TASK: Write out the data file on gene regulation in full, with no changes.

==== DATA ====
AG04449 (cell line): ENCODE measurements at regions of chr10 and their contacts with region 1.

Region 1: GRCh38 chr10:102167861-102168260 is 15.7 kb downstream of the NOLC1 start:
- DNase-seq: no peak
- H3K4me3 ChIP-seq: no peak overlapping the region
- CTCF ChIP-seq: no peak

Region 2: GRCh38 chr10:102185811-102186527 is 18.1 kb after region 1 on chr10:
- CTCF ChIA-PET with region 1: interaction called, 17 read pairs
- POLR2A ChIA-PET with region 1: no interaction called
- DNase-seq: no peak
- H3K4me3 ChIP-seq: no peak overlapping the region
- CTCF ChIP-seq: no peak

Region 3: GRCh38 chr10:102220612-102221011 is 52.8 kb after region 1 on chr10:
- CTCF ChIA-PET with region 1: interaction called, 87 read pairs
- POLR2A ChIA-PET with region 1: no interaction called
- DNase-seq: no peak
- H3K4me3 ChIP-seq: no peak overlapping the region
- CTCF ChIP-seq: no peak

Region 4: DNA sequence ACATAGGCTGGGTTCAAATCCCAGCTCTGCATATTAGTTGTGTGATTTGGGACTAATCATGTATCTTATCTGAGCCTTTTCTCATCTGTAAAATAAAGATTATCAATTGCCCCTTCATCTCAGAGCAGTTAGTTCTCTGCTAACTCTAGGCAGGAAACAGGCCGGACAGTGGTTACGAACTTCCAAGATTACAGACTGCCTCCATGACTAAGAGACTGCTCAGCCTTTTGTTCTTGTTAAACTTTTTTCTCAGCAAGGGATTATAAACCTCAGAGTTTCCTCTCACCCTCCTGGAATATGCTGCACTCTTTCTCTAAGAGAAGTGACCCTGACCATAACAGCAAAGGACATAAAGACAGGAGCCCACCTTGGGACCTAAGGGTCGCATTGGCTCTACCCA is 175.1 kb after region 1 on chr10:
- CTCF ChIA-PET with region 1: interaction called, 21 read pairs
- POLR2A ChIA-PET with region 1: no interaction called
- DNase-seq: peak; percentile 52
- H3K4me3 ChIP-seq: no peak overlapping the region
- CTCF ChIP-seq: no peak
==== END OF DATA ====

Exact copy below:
AG04449 (cell line): ENCODE measurements at regions of chr10 and their contacts with region 1.

Region 1: GRCh38 chr10:102167861-102168260 is 15.7 kb downstream of the NOLC1 start:
- DNase-seq: no peak
- H3K4me3 ChIP-seq: no peak overlapping the region
- CTCF ChIP-seq: no peak

Region 2: GRCh38 chr10:102185811-102186527 is 18.1 kb after region 1 on chr10:
- CTCF ChIA-PET with region 1: interaction called, 17 read pairs
- POLR2A ChIA-PET with region 1: no interaction called
- DNase-seq: no peak
- H3K4me3 ChIP-seq: no peak overlapping the region
- CTCF ChIP-seq: no peak

Region 3: GRCh38 chr10:102220612-102221011 is 52.8 kb after region 1 on chr10:
- CTCF ChIA-PET with region 1: interaction called, 87 read pairs
- POLR2A ChIA-PET with region 1: no interaction called
- DNase-seq: no peak
- H3K4me3 ChIP-seq: no peak overlapping the region
- CTCF ChIP-seq: no peak

Region 4: DNA sequence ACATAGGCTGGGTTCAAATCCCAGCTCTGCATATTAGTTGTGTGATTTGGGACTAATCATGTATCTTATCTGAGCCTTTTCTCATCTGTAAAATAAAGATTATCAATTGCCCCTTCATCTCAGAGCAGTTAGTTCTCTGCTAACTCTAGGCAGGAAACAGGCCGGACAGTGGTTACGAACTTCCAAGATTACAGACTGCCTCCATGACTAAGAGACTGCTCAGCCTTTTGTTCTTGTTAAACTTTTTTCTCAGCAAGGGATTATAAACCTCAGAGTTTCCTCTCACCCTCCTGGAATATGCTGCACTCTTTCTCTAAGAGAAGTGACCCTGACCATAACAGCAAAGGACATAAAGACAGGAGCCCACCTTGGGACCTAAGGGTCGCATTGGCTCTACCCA is 175.1 kb after region 1 on chr10:
- CTCF ChIA-PET with region 1: interaction called, 21 read pairs
- POLR2A ChIA-PET with region 1: no interaction called
- DNase-seq: peak; percentile 52
- H3K4me3 ChIP-seq: no peak overlapping the region
- CTCF ChIP-seq: no peak